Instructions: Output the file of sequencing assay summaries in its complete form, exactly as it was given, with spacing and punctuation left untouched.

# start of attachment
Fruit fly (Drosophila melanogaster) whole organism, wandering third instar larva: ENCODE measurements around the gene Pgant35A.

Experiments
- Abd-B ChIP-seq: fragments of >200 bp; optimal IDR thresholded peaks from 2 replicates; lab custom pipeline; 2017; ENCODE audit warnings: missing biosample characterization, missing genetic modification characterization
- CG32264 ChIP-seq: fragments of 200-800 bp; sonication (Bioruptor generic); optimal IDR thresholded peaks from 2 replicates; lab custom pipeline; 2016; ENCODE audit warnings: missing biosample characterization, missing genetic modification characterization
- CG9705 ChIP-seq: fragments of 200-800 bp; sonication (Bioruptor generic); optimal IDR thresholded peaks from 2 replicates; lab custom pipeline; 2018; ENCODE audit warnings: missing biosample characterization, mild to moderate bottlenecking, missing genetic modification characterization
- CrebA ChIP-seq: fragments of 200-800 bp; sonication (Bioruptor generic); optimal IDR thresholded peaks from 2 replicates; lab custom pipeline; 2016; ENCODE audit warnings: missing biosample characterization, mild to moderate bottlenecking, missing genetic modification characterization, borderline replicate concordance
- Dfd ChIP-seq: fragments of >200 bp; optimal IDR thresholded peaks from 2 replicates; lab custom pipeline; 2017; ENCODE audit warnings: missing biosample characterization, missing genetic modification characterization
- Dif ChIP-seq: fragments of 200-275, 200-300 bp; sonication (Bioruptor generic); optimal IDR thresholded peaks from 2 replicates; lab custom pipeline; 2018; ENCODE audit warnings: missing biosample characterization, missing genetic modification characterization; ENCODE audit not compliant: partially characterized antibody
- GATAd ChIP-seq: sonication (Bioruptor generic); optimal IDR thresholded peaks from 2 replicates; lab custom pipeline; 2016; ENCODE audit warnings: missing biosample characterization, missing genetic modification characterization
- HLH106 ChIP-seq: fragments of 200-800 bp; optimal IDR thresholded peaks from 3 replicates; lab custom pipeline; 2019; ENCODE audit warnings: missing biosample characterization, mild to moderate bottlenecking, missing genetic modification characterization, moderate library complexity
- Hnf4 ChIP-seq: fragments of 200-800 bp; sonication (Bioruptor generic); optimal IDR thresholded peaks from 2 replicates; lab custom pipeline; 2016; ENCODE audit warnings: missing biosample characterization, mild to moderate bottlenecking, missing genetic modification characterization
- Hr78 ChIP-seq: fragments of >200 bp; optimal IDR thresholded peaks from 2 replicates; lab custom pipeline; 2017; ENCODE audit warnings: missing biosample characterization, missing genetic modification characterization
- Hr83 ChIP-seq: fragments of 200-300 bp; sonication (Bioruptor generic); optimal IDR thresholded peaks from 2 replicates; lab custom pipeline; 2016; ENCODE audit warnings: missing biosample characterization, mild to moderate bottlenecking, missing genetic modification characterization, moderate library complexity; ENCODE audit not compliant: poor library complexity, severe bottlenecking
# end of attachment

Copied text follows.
Fruit fly (Drosophila melanogaster) whole organism, wandering third instar larva: ENCODE measurements around the gene Pgant35A.

Experiments
- Abd-B ChIP-seq: fragments of >200 bp; optimal IDR thresholded peaks from 2 replicates; lab custom pipeline; 2017; ENCODE audit warnings: missing biosample characterization, missing genetic modification characterization
- CG32264 ChIP-seq: fragments of 200-800 bp; sonication (Bioruptor generic); optimal IDR thresholded peaks from 2 replicates; lab custom pipeline; 2016; ENCODE audit warnings: missing biosample characterization, missing genetic modification characterization
- CG9705 ChIP-seq: fragments of 200-800 bp; sonication (Bioruptor generic); optimal IDR thresholded peaks from 2 replicates; lab custom pipeline; 2018; ENCODE audit warnings: missing biosample characterization, mild to moderate bottlenecking, missing genetic modification characterization
- CrebA ChIP-seq: fragments of 200-800 bp; sonication (Bioruptor generic); optimal IDR thresholded peaks from 2 replicates; lab custom pipeline; 2016; ENCODE audit warnings: missing biosample characterization, mild to moderate bottlenecking, missing genetic modification characterization, borderline replicate concordance
- Dfd ChIP-seq: fragments of >200 bp; optimal IDR thresholded peaks from 2 replicates; lab custom pipeline; 2017; ENCODE audit warnings: missing biosample characterization, missing genetic modification characterization
- Dif ChIP-seq: fragments of 200-275, 200-300 bp; sonication (Bioruptor generic); optimal IDR thresholded peaks from 2 replicates; lab custom pipeline; 2018; ENCODE audit warnings: missing biosample characterization, missing genetic modification characterization; ENCODE audit not compliant: partially characterized antibody
- GATAd ChIP-seq: sonication (Bioruptor generic); optimal IDR thresholded peaks from 2 replicates; lab custom pipeline; 2016; ENCODE audit warnings: missing biosample characterization, missing genetic modification characterization
- HLH106 ChIP-seq: fragments of 200-800 bp; optimal IDR thresholded peaks from 3 replicates; lab custom pipeline; 2019; ENCODE audit warnings: missing biosample characterization, mild to moderate bottlenecking, missing genetic modification characterization, moderate library complexity
- Hnf4 ChIP-seq: fragments of 200-800 bp; sonication (Bioruptor generic); optimal IDR thresholded peaks from 2 replicates; lab custom pipeline; 2016; ENCODE audit warnings: missing biosample characterization, mild to moderate bottlenecking, missing genetic modification characterization
- Hr78 ChIP-seq: fragments of >200 bp; optimal IDR thresholded peaks from 2 replicates; lab custom pipeline; 2017; ENCODE audit warnings: missing biosample characterization, missing genetic modification characterization
- Hr83 ChIP-seq: fragments of 200-300 bp; sonication (Bioruptor generic); optimal IDR thresholded peaks from 2 replicates; lab custom pipeline; 2016; ENCODE audit warnings: missing biosample characterization, mild to moderate bottlenecking, missing genetic modification characterization, moderate library complexity; ENCODE audit not compliant: poor library complexity, severe bottlenecking